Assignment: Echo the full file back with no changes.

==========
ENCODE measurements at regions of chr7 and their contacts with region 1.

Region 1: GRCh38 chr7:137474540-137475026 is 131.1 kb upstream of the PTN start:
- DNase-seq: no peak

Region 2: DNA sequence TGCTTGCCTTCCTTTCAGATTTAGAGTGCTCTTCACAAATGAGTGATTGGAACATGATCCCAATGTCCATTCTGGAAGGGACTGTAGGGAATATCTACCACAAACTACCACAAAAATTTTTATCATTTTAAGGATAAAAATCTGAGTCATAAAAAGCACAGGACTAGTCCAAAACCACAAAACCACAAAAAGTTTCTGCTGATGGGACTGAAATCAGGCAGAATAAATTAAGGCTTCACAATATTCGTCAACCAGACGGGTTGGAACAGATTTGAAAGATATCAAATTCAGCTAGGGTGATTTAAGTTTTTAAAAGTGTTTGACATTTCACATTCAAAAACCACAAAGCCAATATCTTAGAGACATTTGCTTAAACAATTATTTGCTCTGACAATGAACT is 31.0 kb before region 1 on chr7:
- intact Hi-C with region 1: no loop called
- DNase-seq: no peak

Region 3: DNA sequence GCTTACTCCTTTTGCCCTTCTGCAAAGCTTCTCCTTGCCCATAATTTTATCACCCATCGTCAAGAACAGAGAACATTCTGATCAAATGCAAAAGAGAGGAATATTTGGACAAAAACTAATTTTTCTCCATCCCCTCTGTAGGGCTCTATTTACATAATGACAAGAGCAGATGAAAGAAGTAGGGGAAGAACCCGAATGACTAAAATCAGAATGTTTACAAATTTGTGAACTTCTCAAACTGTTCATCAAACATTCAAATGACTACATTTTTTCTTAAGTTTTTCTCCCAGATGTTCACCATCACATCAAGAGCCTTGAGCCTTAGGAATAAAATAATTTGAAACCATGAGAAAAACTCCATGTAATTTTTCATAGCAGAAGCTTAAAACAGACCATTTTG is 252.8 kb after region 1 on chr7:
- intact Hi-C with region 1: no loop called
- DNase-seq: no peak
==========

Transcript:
ENCODE measurements at regions of chr7 and their contacts with region 1.

Region 1: GRCh38 chr7:137474540-137475026 is 131.1 kb upstream of the PTN start:
- DNase-seq: no peak

Region 2: DNA sequence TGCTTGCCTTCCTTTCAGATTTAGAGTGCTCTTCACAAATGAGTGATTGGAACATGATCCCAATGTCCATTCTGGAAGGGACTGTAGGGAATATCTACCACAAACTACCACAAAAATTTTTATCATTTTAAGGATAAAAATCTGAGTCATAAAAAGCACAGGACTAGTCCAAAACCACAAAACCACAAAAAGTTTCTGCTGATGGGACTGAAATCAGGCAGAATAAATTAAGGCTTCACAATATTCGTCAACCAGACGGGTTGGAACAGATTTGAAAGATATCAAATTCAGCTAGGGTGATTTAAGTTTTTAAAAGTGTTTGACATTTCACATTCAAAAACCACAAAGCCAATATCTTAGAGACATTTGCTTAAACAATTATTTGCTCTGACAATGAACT is 31.0 kb before region 1 on chr7:
- intact Hi-C with region 1: no loop called
- DNase-seq: no peak

Region 3: DNA sequence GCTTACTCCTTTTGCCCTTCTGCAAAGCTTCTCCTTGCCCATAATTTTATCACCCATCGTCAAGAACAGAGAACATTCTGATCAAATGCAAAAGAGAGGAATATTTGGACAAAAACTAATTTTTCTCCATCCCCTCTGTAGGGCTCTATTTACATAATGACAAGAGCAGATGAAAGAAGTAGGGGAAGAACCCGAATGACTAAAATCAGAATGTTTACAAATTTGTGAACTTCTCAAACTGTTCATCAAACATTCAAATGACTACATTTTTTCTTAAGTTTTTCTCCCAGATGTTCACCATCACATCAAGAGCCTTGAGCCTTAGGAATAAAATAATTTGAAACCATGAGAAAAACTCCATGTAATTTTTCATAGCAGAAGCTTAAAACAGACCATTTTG is 252.8 kb after region 1 on chr7:
- intact Hi-C with region 1: no loop called
- DNase-seq: no peak